Something I've been thinking a lot about this past year is this thing we call "God". Belief in God is something that I have maintained throughout my life, but if someone were to ask "do you believe in God," I don't think I could answer it with a simple 'yes' or 'no' as in times past. The reason being because usually what people seem to mean by that question is "do you believe in MY God?" and while my idea of God may resemble someone else's in some respects, it may be radically different in others.
There are so many different conceptions of God or gods and definitely many more than I think most people are consciously aware of. For a good percentage of people, at least in the western world, I don't think the idea of God goes much beyond the famous 'magical-bearded-man-in-the-clouds' concept (as depicted above from Monty Python and the Holy Grail) to which they either accept or reject. While it would be practically impossible to talk about all the different variations out there, suffice it is to say that "God" is almost a useless term unless you are in conversation with people that you are sure hold an identical or near identical concept with you. So, perhaps a question I could answer better would be "to which god concept do you believe in, if any?". Though even my answer to that would be extremely hazy, as the idea of God is more of something my brain likes to wrestle with, as opposed to being a solid and unchanging belief. Belief in that sense is relatively dead to me, anyway.
In a nutshell, I have come to perceive the word "God" as a kind of blanket category for a level of reality connecting all things that we have yet to fully understand or define, because (like all spiritual things) it pierces the limits of language that are applied to it. Yet, we have no other choice but to apply language and symbols to it if we hope to discuss it or make meaning out of it...hence the existence of all religions.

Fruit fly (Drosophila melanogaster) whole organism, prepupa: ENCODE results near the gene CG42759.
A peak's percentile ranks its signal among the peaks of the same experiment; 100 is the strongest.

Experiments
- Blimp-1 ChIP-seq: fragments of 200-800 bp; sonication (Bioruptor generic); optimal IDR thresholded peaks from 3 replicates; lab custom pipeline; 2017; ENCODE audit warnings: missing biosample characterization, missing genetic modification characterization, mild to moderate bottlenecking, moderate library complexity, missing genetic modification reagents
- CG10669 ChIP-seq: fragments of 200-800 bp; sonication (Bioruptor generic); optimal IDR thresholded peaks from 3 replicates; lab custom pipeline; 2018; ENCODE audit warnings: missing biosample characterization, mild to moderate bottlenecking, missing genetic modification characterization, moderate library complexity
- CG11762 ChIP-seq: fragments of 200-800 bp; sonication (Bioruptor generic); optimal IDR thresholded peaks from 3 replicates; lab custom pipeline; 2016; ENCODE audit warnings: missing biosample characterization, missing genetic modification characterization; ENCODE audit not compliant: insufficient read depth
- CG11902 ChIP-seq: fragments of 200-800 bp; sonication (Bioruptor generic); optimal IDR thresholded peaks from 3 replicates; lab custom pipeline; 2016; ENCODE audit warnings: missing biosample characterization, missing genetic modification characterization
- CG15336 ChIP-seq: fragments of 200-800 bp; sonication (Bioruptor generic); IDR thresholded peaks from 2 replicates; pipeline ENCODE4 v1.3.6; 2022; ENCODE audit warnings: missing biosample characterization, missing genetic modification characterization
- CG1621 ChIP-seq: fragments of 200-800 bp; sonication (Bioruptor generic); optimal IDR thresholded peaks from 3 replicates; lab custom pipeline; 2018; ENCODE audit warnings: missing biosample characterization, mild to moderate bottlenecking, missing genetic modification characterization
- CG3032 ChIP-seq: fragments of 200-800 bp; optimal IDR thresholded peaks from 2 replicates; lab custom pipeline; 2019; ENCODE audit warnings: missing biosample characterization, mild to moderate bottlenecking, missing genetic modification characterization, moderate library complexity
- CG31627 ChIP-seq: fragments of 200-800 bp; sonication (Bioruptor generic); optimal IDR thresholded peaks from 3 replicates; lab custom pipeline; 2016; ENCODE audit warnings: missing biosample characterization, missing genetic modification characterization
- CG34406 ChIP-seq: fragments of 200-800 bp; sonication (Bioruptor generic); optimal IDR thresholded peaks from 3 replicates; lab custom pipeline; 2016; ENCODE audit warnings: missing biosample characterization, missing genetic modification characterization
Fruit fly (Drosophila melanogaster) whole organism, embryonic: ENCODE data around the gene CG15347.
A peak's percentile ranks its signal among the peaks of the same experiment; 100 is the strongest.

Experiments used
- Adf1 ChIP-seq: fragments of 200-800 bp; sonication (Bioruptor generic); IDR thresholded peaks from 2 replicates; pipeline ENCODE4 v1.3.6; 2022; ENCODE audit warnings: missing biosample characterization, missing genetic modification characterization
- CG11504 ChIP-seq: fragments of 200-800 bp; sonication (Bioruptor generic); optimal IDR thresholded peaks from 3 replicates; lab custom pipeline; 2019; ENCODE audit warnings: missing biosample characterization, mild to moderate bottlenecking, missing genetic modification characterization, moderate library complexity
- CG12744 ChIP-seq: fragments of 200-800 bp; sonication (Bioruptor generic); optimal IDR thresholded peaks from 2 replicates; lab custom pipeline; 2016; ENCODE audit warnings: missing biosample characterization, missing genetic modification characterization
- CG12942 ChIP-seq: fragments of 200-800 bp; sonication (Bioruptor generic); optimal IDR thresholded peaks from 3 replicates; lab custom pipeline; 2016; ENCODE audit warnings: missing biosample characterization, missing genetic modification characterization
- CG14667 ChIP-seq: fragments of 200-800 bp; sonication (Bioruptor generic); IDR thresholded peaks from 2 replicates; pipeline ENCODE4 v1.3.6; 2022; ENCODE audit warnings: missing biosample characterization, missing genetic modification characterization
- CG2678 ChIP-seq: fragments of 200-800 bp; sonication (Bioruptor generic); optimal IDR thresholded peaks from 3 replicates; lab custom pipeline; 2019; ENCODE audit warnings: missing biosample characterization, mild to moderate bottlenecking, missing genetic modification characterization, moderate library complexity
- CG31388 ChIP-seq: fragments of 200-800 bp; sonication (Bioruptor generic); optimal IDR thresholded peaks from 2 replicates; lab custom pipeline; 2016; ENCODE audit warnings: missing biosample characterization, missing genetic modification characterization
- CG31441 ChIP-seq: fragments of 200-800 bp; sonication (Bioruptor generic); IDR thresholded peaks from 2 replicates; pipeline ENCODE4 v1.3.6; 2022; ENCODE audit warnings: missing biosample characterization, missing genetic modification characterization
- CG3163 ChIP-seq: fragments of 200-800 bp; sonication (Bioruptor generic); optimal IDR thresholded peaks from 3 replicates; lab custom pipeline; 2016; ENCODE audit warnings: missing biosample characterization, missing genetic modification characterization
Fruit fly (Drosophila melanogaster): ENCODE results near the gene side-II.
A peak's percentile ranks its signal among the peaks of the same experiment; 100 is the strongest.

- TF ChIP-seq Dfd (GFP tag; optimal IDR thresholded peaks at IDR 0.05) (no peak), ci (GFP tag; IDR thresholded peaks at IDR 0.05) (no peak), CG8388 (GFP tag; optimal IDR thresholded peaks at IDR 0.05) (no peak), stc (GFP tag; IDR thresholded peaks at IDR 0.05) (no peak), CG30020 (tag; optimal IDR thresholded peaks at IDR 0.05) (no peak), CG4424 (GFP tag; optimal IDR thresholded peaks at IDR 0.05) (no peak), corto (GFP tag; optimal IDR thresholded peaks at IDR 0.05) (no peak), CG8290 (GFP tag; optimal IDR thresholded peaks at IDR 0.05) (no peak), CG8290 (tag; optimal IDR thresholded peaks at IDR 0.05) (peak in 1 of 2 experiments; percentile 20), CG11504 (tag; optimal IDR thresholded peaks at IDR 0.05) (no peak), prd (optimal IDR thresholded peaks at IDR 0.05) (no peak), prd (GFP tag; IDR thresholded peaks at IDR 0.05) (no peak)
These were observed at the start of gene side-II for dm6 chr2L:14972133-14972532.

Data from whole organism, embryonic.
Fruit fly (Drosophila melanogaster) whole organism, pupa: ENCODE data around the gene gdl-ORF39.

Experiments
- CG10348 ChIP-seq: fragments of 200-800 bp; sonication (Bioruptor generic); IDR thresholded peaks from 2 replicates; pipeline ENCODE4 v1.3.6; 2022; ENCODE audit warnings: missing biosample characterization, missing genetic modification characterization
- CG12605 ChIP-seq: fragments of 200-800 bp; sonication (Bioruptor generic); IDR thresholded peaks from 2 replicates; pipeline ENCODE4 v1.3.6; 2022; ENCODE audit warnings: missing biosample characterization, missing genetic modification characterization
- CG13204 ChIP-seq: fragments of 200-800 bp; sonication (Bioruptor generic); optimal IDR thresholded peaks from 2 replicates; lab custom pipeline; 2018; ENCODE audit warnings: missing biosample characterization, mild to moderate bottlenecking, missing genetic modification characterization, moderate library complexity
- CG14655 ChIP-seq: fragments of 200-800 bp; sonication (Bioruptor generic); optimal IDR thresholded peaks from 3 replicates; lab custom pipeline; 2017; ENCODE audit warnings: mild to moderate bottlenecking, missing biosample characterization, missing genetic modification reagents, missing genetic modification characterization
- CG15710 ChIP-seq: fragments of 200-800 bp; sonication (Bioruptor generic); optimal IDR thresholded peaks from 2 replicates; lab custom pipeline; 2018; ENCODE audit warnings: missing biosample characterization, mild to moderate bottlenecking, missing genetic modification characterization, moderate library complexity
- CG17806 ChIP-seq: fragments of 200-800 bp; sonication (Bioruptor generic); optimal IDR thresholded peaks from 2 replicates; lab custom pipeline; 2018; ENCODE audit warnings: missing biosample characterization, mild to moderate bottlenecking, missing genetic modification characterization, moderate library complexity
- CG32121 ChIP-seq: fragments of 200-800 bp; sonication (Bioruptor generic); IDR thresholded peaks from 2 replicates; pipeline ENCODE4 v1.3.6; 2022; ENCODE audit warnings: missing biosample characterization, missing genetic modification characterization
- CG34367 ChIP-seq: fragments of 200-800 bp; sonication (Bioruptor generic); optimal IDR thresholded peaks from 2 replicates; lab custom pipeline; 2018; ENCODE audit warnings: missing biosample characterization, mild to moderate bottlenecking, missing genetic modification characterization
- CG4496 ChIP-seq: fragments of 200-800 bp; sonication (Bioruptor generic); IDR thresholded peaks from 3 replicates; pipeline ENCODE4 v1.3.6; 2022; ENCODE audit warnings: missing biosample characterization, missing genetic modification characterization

It seems highly unlikely to me that with all the different religions out there that a single one of them has just so happened to have properly and completely understood what and who God is, while all the rest are totally incorrect. A more reasonable view, to my mind, would be to admit that possibly all religions, philosophies, etc., may each understand certain things about the divine while misunderstanding other things. Everyone has a few pieces of the puzzle, but no one has the complete picture. And as the world becomes ever more connected through various media, I think a lot more people are actually coming to a similar conclusion concerning God and beliefs in general.
Now, as to what parts one group is right about and what parts another is wrong about is, obviously, a very debatable thing. Yet, I think the simple admission that no one is fully right and no one is fully wrong about the God question is an enormous step in the right direction. That admission allows us all to be teachers as well as learners when it comes to understanding this mysterious, mythical, yet real part of our universe. I would even be as bold to say that being open to this concept of God is a step towards world peace, as it would undoubtedly foster religious and cultural understanding.